Could World Cup protests and a devastating semifinal loss affect Brazil’s upcoming presidential election?
The final whistle may have blown, but the FIFA 2014 World Cup continues to influence politics in Brazil.
Déborah Barros Leal Farias, a native Brazilian and PhD candidate in UBC’s Department of Political Science, discusses how Brazil’s humiliating World Cup semifinal loss might affect the political fortunes of President Dilma Rousseff, who seeks re-election this October.
Did the protests against the Rousseff administration die out during the World Cup or did they just go unreported?
Brazilians were initially perplexed by the lack of large-scale protests during the World Cup, then they began to follow the tournament and didn’t care anymore. The few protests that occurred were mostly put together by small, organized groups and considered “radical” by the average Brazilian.
Nonetheless, a different kind of protest did occur and was well noted by Brazilians: President Rousseff did not make a speech during the opening ceremony because of the certainty that she would be booed, which is what happened when they showed her on camera in the opening match.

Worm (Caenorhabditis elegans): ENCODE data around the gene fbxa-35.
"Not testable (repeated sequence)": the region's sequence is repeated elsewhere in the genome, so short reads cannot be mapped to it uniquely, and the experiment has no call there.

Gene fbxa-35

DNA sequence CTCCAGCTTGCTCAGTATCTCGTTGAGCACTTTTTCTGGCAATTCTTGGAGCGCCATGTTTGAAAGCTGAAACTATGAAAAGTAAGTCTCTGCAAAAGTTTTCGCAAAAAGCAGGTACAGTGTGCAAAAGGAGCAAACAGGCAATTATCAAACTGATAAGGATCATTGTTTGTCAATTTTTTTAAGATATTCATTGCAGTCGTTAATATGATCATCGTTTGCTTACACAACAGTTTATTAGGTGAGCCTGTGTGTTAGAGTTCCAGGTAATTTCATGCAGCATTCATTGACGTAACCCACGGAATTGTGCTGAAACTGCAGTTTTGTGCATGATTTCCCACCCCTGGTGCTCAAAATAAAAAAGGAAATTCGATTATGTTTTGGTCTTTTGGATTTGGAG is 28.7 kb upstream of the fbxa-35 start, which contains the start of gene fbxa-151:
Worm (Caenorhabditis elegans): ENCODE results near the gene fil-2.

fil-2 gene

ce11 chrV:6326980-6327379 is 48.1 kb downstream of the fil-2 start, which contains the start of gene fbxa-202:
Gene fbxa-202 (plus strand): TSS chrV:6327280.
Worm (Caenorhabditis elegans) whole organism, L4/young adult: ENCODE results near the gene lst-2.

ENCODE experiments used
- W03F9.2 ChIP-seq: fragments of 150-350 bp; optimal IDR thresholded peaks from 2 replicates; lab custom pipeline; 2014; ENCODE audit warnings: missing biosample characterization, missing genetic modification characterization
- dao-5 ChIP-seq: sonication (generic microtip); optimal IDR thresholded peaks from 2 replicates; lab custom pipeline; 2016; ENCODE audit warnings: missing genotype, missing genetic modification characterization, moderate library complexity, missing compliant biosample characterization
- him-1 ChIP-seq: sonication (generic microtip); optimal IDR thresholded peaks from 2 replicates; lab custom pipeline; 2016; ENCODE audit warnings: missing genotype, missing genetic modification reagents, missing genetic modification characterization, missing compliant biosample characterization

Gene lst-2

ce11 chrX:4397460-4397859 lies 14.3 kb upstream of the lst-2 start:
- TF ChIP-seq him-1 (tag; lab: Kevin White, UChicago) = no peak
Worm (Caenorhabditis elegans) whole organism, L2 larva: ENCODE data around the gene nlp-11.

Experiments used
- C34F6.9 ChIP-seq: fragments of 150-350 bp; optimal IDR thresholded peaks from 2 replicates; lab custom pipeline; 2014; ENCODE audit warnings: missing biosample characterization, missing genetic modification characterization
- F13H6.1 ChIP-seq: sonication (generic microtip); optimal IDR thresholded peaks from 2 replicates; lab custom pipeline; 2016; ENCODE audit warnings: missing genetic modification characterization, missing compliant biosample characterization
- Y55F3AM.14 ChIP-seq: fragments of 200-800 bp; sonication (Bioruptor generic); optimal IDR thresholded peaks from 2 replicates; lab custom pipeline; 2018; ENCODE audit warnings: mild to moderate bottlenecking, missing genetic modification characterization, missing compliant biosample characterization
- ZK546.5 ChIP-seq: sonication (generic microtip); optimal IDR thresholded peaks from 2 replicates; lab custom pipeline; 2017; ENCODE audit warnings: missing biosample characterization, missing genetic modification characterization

Could Brazil’s semifinal loss spell disaster for Rousseff’s political future?
Most political commentators agree that while it will not be the determining factor, it will certainly not help her.
Then again, the election is in October and the campaign only really starts now. And the government can spin the fact that–aside from our horrible loss–everything went quite well during the World Cup.
Has the 2014 World Cup prompted a needed political discussion in Brazil?
This is probably the biggest legacy of the tournament. It has highlighted the country’s problems with corruption, misplaced priorities, and lack of investment in basic infrastructure–especially education and health.
In this sense, the World Cup will remain part of the election, but more as a symbol or proxy for other concerns.